When the Rock and Roll Hall of Fame nominating committee meets in New York every September, they nibble on sushi and Carnegie Deli sandwiches, and decide which artists to place on that year’s election ballot. The committee members — successful musicians, record executives, writers and historians — remain cordial even when they disagree, with one exception: the annual arguments that raged about Kiss.
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Whenever Kiss was mentioned, “there were fireworks,” says one attendee. Several people in the room recall hearing the phrase “over my dead body.” Some on the committee see membership in the Rock Hall as the ultimate stamp of credibility; they viewed Kiss, a popular and crass band, not with skepticism, but with disgust. Dave Marsh, an author and committee member, said Kiss embodies “music at its most mercantile and shallow.” Then Tom Morello, from Rage Against the Machine, joined the committee as part of an effort to make it younger and more diverse (he’s African-American). At his first meeting, in 2013, he launched into what one witness calls “a rant” in praise of Kiss. He persuaded the committee to nominate the band, and a few months later, welcomed Kiss into the Hall of Fame.
On April 18, at Public Hall in Cleveland, the Hall will welcome eight new acts, including Green Day, Lou Reed and Joan Jett, who will join the pantheon of previous inductees, from Elvis Presley to Nirvana. This year marks the 30th ceremony, and people inside the Hall think the induction of Kiss (as well as the 2012 inductions of Rush and Heart) signals the start of a new era, short on consensus honorees, as the institution faces increasingly difficult choices between commerce and art, theater and substance, critical acclaim and massive success.
Artists become eligible for nomination 25 years after their first recording, which means the Hall will now begin considering acts from the 1990s, an era when traditional rock all but disappeared, and music splintered into subgenres. If significant pioneers like The Stooges (inducted on their eighth nomination) and the Sex Pistols (who failed on their first five ballots) had trouble getting inducted, how much harder will it be for Mariah Carey, Janet Jackson and other recent pop stars? “It was easy enough in the beginning,” says Jann Wenner, 69, chairman of the Rock Hall Foundation and founder, editor and publisher of Rolling Stone. “But at this point, all the clear, obvious people have been inducted, and it comes down to personal taste.”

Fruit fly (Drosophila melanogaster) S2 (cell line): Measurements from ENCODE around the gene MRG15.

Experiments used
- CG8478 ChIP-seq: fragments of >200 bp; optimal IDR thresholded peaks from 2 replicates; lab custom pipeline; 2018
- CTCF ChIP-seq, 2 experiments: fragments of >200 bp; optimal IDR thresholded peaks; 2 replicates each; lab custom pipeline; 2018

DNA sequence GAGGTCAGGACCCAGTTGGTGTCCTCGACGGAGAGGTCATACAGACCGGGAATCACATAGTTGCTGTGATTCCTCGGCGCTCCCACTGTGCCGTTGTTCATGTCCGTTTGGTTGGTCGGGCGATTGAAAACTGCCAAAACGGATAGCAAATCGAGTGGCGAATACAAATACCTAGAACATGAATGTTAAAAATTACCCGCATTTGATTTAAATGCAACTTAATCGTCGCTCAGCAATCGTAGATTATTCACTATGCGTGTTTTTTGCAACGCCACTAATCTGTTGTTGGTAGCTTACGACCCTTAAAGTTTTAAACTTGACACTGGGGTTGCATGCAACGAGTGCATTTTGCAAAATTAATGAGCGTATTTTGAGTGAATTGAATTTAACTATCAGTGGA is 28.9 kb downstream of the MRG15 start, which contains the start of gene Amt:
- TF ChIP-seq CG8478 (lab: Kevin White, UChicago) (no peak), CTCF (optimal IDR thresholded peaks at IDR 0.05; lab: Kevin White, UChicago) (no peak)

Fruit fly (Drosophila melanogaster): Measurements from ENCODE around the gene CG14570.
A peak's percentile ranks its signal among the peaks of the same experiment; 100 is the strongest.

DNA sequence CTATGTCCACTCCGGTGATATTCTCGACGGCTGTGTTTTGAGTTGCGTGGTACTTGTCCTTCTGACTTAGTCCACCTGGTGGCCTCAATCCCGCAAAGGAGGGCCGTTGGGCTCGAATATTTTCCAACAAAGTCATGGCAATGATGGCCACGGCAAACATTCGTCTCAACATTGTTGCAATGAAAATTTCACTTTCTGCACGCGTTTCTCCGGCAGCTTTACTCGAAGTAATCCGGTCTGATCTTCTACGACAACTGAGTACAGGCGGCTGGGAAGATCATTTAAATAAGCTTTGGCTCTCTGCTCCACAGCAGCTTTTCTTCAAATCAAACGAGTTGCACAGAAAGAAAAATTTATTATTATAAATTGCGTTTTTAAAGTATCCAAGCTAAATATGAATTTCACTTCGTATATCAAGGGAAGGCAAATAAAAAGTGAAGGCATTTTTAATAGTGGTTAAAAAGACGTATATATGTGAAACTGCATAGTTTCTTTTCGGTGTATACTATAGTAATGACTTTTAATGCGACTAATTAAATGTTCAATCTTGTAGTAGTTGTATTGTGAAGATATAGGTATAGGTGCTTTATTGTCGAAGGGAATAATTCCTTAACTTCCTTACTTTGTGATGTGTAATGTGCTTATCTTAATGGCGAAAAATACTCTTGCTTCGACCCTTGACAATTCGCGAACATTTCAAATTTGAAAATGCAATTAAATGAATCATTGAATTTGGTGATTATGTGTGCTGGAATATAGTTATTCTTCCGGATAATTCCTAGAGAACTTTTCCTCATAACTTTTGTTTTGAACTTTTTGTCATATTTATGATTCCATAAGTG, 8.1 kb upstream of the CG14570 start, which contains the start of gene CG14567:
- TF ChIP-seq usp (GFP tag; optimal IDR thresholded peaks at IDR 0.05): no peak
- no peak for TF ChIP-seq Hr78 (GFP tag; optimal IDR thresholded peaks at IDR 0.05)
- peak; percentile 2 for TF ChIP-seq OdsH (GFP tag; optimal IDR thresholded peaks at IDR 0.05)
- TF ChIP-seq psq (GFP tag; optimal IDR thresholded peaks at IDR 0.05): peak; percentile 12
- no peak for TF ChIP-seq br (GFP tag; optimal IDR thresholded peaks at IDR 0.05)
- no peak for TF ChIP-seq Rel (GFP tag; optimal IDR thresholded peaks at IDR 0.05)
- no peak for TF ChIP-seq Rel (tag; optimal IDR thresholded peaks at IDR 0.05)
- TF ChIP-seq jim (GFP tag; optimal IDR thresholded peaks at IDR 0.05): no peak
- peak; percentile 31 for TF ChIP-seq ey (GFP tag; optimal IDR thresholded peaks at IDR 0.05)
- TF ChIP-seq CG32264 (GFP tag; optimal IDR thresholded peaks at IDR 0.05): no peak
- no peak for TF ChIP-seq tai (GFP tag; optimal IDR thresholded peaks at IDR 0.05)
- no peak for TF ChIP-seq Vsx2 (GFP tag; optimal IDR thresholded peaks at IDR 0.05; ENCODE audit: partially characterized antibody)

“With Chuck Berry or The Rolling Stones, the decision was a no-brainer,” adds a nominating committee veteran. “There aren’t many no-brainers now.”
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?There are significant benefits to induction, both emotional and financial: Sales of Fleetwood Mac albums increased 600 percent when it entered the Hall in 1998, and after their inductions, Wanda Jackson and Roy Orbison had lion-in-winter renaissances. It’s difficult to predict the Hall’s future decisions, however, because the committee deliberates behind a moated wall. In 2011, Jon Landau, 67 — who manages Bruce Springsteen and chairs the nominating committee — told The New York Times, “We’ve done a good job of keeping the proceedings nontransparent. It all dies in the room.” When Billboard approached committee members for interviews, even people known for being outspoken turned silent. A prominent music publicist said his artists were “all scared to talk,” even though several “have hard-ons for the Hall. They’re afraid of not getting inducted.”
Eventually, 10 current and former committee members agreed to talk, either on background or not for attribution, and a clear picture of the future emerged: If the electorate doesn’t continue to change, the Hall could turn into a high-tech Madame Tussauds.
Currently, 41 VIPs make up the nominating committee. During meetings, each can nominate up to three acts. After much discussion, members vote by secret ballot for 10 favorites. The 15 acts with the most votes are placed on another ballot, which is sent to a larger panel of voters — at last count, there were 810, including all Hall members. (Disclosure: I’ve been a voter for several years, and have written for Rolling Stone.) The ballots are returned and counted. The seven acts with the most votes are inducted, though the board of directors has the discretion to eliminate qualifiers with the least support.